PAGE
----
I don’t assume I’m the first to consider these ideas. What of them are already out there?
This was forwarded from Dan who organized the recent meeting at city hall:
Good day, here’s a little update on what’s happening around getting bike lanes on Northwest Ave., Elm St. and Dupont St. and three simple things you can do to help make it happen.
The short version of how you can help:
- Send an email to the four addresses below. Let them know you support cycling in Bellingham and want to see the Northwest/Elm/Dupont corridor improved THIS YEAR.
- Spread this email far and wide. Get as many people as possible to do item 1 at least, and hopefully item 3 as well.
- If you can make it, come to the open house that Public Works will host at Shuksan Middle School, Wednesday, March 23, 7-9pm. Tell someone from PW why you’re there.
That’s it. So simple. Please, send one short email to these four addresses. Let your desires be known to our local policy makers. We need to impress upon them that there is a large constituency of citizens who want this. They need to hear the message in big numbers.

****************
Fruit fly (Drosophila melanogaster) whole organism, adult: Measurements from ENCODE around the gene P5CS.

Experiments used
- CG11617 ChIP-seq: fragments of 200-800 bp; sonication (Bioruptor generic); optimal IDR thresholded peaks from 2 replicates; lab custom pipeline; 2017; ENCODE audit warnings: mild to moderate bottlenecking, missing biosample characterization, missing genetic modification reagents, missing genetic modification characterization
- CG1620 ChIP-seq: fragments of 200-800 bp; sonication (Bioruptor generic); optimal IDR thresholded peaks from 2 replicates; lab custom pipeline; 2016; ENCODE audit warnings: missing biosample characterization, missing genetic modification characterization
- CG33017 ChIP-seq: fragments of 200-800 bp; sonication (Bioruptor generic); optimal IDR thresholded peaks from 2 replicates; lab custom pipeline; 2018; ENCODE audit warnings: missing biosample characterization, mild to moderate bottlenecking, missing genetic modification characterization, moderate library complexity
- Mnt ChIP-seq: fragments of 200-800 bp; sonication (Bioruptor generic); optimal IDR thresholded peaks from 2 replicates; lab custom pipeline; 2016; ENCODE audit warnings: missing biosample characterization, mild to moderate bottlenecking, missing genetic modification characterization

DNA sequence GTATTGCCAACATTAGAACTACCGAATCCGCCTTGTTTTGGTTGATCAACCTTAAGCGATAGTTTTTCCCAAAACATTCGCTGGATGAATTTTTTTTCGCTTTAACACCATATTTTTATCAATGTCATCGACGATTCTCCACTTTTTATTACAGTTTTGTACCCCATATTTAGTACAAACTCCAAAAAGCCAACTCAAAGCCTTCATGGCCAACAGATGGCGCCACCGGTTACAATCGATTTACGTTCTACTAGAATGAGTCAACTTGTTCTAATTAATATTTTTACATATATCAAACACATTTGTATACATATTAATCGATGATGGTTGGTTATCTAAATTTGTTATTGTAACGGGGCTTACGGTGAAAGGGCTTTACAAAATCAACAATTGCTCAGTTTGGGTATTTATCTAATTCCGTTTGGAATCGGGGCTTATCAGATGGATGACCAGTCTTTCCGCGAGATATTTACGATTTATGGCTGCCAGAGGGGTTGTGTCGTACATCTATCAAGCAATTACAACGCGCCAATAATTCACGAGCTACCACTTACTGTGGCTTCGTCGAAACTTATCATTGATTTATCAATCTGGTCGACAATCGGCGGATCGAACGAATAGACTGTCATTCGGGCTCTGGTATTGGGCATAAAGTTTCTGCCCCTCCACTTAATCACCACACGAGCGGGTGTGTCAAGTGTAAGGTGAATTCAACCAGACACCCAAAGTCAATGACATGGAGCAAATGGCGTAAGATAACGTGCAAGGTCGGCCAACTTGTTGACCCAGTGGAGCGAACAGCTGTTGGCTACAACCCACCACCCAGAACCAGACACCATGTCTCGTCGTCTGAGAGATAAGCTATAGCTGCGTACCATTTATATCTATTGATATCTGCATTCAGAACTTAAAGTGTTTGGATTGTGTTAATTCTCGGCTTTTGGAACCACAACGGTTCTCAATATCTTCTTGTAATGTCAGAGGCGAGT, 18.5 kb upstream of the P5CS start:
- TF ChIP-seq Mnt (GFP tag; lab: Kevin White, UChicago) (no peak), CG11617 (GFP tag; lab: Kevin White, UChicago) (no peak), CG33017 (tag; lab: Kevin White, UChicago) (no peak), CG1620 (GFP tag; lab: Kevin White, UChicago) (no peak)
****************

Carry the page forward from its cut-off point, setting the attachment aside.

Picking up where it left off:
Send your message to: firstname.lastname@example.org; email@example.com; firstname.lastname@example.org; email@example.com
And use the subject line: Northwest/Elm/Dupont Bike Lanes
The long version (’cause I just love to type):
Bellingham City Council has proposed installing bike lanes on Dupont St., Elm St. and Northwest Ave from downtown to I-5. This could be one of the biggest bike projects ever in Bellingham. But it is not a done deal. You can help make it happen. Mayor Pike and Public Works would prefer to put the project off until 2012 and expand the scope and cost of it significantly beyond bike lanes. Details of what else they want to include are not yet available, except that Public Works is seeking $20,000 for the design work alone. I can only speculate that additions might include bus pull-outs, cross-walks, and bulb-outs at intersections. Those would be good additions in the long run, but striping bike lanes thissummer does not preclude building these other elements next summer. And, most importantly, I think, is that there is no guarantee that following this fall’s election we will still have the relatively bike-friendly mayor and council that we do now. I hope we do, but as they say: elections have consequences. Putting this off for another year may mean it doesn’t happen at all, especially as the price grows to a politically unpalatable scale in tight times. A different mayor and council next year may say “Too big, too expensive” and cancel the whole thing. The bike lanes alone are very inexpensive and easily engineered. This much can be done this year without limiting what can be added next year.
A few other random talking points: